Topic: Situation what? - the killing of Ossama Bin Laden

It might just be me reading too much into it, but it strikes me nevertheless.
The assasination of Ossama Bin Laden might be one of the few historic killings that exist in visual form only as a picture of the beholders. Not the actual ones on site of the killing but the ones in the situation room of the White House. What these pictures show are people watching and reacting one way or the other. The images - carefully and skillfully photographed and published by the US-government - will become iconic, they are meant to. But what are they an icon of? A new form of military activity? We remember how the Bush administration revolutionized visual war coverage with the high-tech computer game like night shots of exploding tanks in the dessert. Is this, the situation room shot, the new war icon? a picture of activity even more remote than ever before, as remote as you can get in war from the "theater of action"? And what do we actually see in these pictures? shock? pity? cold hearted cruelty? dignity?
When CBs asked Obama in the interview about the killing, "what were your reactions?", Obama simply replied: "It was him." This answer of course shows two things: First the dilemma of having to make absolutely clear that what is left out in the picture, is what needs to be believed. Everything on the picture is secondary, what is unseen is what is important. And secondly, Obama claims that there was no reaction, no human one anyhow. He was watching to make sure it is him and he made sure. It's a scientific observation.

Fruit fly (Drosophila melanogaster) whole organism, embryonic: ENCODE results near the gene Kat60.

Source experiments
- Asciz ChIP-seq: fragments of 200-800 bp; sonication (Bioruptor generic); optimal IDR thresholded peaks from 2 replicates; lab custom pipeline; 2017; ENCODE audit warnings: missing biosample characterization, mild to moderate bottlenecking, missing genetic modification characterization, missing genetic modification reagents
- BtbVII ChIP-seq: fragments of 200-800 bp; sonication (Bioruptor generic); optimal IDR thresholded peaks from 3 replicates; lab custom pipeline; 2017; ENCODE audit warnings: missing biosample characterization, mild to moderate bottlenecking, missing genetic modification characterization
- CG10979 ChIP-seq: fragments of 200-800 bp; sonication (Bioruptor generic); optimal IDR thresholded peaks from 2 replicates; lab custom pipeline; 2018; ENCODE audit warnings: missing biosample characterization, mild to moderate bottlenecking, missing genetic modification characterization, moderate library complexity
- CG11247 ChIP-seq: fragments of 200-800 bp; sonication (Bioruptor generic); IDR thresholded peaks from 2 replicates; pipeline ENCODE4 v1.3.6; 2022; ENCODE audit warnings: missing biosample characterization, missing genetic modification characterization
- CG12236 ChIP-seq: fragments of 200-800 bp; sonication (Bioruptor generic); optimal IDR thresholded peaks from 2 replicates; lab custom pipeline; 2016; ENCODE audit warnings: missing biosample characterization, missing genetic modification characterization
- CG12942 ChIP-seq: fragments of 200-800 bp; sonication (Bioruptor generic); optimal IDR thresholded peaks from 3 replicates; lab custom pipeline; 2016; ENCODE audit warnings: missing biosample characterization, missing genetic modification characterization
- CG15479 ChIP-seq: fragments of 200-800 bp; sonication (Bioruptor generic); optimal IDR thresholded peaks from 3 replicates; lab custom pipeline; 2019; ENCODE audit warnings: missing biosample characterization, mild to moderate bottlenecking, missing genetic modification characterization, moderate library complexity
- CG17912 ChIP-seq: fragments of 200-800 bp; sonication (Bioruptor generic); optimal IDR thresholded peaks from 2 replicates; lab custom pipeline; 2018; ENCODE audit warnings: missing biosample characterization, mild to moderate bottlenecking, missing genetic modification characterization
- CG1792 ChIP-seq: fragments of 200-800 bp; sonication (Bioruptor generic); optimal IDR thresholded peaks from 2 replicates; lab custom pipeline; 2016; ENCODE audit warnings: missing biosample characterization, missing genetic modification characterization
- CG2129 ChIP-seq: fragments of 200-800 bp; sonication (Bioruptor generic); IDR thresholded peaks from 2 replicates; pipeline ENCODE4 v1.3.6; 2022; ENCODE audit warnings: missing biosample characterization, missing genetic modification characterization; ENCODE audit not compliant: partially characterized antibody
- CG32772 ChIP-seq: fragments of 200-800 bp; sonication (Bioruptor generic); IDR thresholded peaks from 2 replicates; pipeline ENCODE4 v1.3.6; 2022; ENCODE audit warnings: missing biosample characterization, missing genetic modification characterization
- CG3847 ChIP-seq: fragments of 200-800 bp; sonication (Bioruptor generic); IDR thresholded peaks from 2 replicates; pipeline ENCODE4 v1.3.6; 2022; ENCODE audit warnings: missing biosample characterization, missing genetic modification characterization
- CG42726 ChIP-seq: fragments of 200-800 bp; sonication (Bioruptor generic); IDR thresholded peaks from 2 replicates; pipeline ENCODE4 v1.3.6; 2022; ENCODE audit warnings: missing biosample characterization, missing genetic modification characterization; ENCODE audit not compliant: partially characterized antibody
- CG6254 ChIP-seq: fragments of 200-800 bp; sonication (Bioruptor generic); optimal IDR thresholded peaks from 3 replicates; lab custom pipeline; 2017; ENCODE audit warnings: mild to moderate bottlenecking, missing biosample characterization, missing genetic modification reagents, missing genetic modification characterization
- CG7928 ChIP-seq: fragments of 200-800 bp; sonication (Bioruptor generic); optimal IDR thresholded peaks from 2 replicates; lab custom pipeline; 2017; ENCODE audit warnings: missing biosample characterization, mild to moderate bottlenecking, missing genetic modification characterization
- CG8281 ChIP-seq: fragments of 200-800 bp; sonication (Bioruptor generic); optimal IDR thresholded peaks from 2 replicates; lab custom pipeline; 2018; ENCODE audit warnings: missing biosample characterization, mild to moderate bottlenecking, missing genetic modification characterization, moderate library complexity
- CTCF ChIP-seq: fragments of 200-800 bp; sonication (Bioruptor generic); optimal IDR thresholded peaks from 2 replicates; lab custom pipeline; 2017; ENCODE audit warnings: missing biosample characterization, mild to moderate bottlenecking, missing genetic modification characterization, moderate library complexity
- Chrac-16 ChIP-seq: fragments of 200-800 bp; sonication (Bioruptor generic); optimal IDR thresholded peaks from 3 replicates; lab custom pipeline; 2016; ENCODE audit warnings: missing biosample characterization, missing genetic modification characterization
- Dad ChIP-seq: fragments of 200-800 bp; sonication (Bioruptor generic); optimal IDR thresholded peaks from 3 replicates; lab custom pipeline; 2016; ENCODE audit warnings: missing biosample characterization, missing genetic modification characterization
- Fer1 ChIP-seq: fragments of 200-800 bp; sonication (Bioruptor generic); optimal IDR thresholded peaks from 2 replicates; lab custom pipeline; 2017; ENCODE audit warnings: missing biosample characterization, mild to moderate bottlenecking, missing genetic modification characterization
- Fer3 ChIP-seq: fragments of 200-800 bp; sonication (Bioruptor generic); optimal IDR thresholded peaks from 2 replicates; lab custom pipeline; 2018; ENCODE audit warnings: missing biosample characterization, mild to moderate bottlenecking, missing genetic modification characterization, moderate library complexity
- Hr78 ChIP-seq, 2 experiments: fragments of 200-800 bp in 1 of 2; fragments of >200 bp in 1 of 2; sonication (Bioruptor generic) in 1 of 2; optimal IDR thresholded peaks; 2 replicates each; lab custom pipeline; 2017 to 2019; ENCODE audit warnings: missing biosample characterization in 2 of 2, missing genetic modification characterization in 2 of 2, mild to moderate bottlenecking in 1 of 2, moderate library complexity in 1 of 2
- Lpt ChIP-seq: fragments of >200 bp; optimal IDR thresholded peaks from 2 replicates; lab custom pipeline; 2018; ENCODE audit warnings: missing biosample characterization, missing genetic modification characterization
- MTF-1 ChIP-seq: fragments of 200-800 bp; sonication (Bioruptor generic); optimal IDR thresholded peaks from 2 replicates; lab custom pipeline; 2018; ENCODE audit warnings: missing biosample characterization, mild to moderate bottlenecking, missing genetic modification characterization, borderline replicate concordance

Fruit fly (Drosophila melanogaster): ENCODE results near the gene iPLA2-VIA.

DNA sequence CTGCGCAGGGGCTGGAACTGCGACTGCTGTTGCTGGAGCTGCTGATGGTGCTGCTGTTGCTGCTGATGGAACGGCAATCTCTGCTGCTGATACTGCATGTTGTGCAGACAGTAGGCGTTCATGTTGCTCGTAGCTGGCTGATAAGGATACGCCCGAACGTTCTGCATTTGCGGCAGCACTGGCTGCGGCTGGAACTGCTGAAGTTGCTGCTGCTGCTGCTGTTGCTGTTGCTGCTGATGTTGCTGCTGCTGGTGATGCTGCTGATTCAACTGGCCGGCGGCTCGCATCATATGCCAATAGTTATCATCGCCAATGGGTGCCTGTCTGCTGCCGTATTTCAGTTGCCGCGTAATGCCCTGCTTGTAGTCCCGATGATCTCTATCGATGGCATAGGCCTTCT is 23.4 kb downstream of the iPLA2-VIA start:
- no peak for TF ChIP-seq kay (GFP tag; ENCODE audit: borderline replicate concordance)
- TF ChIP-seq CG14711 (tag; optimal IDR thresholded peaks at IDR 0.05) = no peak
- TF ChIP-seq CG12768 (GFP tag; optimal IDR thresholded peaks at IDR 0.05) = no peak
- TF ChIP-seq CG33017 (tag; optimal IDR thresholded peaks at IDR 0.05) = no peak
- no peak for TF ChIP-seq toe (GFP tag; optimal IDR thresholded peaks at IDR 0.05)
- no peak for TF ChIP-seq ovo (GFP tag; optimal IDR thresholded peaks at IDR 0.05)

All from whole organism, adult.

It is intersting how the beholders here claim to replace the object of observation.  We are asked to believe not our eyes, but Obama's eyes - in two senses of the saying: first: he sees for us to tell us the truth. And second: by looking at his eyes, we are asked to believe: yes this man has seen Bin Laden get shot in the head. His eyes tell the whole story trough an act of mirroring or simply because "eyes do not lie".

In a very different sense - this of course mirrors what catalog of situations is about. Turning our view from the object to the beholder or the situation the beholder finds himself in. It is of course a pure coincidence that the surveillance room in the White House is aptly called Situation Room. Whether we can speak of art in this context depends on what the beholders fell at that moment, whether they can place what they see in an aesthetic context. I doubt that they did. However - the act of beholding here becomes the object of a photographic project which quotes again so many art categories and clishees of the artistic disply of power, that the line is extremely thin.

So the situation room is not an aesthetic situation, but the media strategy behind all this is very interesting under our point of view. .. I am very curious to see what comes out of this.

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